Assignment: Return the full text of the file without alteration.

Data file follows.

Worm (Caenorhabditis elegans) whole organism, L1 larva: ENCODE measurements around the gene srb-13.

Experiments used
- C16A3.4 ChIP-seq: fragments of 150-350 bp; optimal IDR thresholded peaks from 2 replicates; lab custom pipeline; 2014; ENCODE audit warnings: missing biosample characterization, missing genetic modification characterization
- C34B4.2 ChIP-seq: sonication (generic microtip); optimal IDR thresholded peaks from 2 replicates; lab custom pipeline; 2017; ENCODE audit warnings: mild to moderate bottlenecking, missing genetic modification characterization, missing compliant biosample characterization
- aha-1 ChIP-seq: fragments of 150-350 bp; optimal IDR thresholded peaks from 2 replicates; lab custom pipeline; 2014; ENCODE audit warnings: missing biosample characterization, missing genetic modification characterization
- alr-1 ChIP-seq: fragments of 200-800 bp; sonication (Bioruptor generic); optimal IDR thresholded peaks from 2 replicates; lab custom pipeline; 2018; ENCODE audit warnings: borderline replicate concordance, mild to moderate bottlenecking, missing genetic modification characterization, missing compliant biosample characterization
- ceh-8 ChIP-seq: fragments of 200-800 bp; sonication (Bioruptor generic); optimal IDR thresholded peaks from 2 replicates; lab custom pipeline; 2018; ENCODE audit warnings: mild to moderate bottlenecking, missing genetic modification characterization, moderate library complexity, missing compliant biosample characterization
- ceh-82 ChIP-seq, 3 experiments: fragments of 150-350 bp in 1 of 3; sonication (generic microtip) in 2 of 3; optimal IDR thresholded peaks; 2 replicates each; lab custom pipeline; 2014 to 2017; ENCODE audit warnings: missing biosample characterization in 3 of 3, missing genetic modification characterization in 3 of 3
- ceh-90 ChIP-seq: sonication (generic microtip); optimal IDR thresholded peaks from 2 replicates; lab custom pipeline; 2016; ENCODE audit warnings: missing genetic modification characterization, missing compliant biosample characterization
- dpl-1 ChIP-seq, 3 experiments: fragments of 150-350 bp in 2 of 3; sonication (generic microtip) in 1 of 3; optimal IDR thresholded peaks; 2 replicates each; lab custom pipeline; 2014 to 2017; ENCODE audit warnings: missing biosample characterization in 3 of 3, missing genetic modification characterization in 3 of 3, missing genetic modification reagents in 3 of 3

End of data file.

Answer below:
Worm (Caenorhabditis elegans) whole organism, L1 larva: ENCODE measurements around the gene srb-13.

Experiments used
- C16A3.4 ChIP-seq: fragments of 150-350 bp; optimal IDR thresholded peaks from 2 replicates; lab custom pipeline; 2014; ENCODE audit warnings: missing biosample characterization, missing genetic modification characterization
- C34B4.2 ChIP-seq: sonication (generic microtip); optimal IDR thresholded peaks from 2 replicates; lab custom pipeline; 2017; ENCODE audit warnings: mild to moderate bottlenecking, missing genetic modification characterization, missing compliant biosample characterization
- aha-1 ChIP-seq: fragments of 150-350 bp; optimal IDR thresholded peaks from 2 replicates; lab custom pipeline; 2014; ENCODE audit warnings: missing biosample characterization, missing genetic modification characterization
- alr-1 ChIP-seq: fragments of 200-800 bp; sonication (Bioruptor generic); optimal IDR thresholded peaks from 2 replicates; lab custom pipeline; 2018; ENCODE audit warnings: borderline replicate concordance, mild to moderate bottlenecking, missing genetic modification characterization, missing compliant biosample characterization
- ceh-8 ChIP-seq: fragments of 200-800 bp; sonication (Bioruptor generic); optimal IDR thresholded peaks from 2 replicates; lab custom pipeline; 2018; ENCODE audit warnings: mild to moderate bottlenecking, missing genetic modification characterization, moderate library complexity, missing compliant biosample characterization
- ceh-82 ChIP-seq, 3 experiments: fragments of 150-350 bp in 1 of 3; sonication (generic microtip) in 2 of 3; optimal IDR thresholded peaks; 2 replicates each; lab custom pipeline; 2014 to 2017; ENCODE audit warnings: missing biosample characterization in 3 of 3, missing genetic modification characterization in 3 of 3
- ceh-90 ChIP-seq: sonication (generic microtip); optimal IDR thresholded peaks from 2 replicates; lab custom pipeline; 2016; ENCODE audit warnings: missing genetic modification characterization, missing compliant biosample characterization
- dpl-1 ChIP-seq, 3 experiments: fragments of 150-350 bp in 2 of 3; sonication (generic microtip) in 1 of 3; optimal IDR thresholded peaks; 2 replicates each; lab custom pipeline; 2014 to 2017; ENCODE audit warnings: missing biosample characterization in 3 of 3, missing genetic modification characterization in 3 of 3, missing genetic modification reagents in 3 of 3